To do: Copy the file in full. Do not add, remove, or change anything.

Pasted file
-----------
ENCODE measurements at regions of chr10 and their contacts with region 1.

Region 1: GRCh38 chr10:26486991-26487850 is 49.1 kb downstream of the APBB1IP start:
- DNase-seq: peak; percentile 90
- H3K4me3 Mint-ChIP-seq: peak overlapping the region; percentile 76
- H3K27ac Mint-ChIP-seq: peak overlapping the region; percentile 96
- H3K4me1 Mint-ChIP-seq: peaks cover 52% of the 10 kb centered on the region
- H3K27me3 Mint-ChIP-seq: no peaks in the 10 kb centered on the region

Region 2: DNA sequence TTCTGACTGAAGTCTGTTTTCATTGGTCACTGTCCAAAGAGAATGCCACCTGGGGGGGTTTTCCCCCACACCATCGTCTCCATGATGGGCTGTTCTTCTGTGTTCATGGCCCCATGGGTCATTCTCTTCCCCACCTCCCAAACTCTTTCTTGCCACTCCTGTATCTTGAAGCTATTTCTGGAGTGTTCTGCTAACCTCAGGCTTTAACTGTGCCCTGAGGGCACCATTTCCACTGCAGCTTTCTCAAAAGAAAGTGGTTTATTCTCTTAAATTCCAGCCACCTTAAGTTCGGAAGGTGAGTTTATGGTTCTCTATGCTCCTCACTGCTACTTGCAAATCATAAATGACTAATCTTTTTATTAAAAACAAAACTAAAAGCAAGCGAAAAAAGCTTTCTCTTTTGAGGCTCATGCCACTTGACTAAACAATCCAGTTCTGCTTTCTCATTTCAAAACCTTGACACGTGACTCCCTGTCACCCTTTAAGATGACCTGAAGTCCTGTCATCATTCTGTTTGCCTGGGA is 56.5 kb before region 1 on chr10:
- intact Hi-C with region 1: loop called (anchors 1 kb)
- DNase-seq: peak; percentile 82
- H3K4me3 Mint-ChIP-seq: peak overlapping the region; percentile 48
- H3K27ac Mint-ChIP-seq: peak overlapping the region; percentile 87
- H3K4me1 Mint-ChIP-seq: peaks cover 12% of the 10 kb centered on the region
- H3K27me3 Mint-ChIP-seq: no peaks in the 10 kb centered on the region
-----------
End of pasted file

ENCODE measurements at regions of chr10 and their contacts with region 1.

Region 1: GRCh38 chr10:26486991-26487850 is 49.1 kb downstream of the APBB1IP start:
- DNase-seq: peak; percentile 90
- H3K4me3 Mint-ChIP-seq: peak overlapping the region; percentile 76
- H3K27ac Mint-ChIP-seq: peak overlapping the region; percentile 96
- H3K4me1 Mint-ChIP-seq: peaks cover 52% of the 10 kb centered on the region
- H3K27me3 Mint-ChIP-seq: no peaks in the 10 kb centered on the region

Region 2: DNA sequence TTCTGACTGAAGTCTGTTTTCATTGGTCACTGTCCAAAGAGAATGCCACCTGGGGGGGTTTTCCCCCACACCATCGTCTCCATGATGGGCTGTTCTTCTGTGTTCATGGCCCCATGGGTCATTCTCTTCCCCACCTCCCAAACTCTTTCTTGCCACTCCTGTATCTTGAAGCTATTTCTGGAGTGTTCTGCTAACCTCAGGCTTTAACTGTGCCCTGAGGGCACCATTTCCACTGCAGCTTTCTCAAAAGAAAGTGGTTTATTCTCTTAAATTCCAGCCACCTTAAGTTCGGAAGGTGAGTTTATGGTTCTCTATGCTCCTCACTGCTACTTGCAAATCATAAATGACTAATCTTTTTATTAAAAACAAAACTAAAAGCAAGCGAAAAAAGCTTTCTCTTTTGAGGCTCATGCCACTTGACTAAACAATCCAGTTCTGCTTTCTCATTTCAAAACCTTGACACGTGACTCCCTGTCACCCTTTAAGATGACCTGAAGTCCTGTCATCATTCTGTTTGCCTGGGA is 56.5 kb before region 1 on chr10:
- intact Hi-C with region 1: loop called (anchors 1 kb)
- DNase-seq: peak; percentile 82
- H3K4me3 Mint-ChIP-seq: peak overlapping the region; percentile 48
- H3K27ac Mint-ChIP-seq: peak overlapping the region; percentile 87
- H3K4me1 Mint-ChIP-seq: peaks cover 12% of the 10 kb centered on the region
- H3K27me3 Mint-ChIP-seq: no peaks in the 10 kb centered on the region